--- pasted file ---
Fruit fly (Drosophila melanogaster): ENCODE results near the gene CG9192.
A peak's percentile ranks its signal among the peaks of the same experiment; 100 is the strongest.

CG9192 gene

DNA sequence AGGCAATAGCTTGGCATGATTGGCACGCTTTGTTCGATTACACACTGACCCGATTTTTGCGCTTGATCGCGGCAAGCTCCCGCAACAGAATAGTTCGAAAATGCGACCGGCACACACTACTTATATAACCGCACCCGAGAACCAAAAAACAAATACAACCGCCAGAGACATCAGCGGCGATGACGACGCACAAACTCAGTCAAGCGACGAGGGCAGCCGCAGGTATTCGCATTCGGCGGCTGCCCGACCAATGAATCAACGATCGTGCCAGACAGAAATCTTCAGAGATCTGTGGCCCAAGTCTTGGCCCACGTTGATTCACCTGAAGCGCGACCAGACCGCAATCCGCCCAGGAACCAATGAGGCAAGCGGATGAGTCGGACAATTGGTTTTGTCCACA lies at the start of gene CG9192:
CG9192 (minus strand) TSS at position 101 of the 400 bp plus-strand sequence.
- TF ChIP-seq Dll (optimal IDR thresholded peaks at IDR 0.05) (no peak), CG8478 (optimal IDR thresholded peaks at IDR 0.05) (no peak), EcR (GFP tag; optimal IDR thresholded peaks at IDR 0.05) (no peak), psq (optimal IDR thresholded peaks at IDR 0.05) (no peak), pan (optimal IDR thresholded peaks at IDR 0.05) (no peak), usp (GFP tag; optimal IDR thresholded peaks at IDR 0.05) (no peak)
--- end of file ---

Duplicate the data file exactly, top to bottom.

Fruit fly (Drosophila melanogaster): ENCODE results near the gene CG9192.
A peak's percentile ranks its signal among the peaks of the same experiment; 100 is the strongest.

CG9192 gene

DNA sequence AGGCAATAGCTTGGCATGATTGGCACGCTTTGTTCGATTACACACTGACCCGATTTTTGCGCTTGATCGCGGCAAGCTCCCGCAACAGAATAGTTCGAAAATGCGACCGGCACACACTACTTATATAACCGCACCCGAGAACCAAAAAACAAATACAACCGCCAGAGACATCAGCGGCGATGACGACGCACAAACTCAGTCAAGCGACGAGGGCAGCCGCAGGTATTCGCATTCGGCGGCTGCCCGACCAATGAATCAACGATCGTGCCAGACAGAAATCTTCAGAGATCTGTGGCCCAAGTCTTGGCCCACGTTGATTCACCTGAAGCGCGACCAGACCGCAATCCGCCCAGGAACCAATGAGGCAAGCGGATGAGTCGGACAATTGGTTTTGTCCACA lies at the start of gene CG9192:
CG9192 (minus strand) TSS at position 101 of the 400 bp plus-strand sequence.
- TF ChIP-seq Dll (optimal IDR thresholded peaks at IDR 0.05) (no peak), CG8478 (optimal IDR thresholded peaks at IDR 0.05) (no peak), EcR (GFP tag; optimal IDR thresholded peaks at IDR 0.05) (no peak), psq (optimal IDR thresholded peaks at IDR 0.05) (no peak), pan (optimal IDR thresholded peaks at IDR 0.05) (no peak), usp (GFP tag; optimal IDR thresholded peaks at IDR 0.05) (no peak)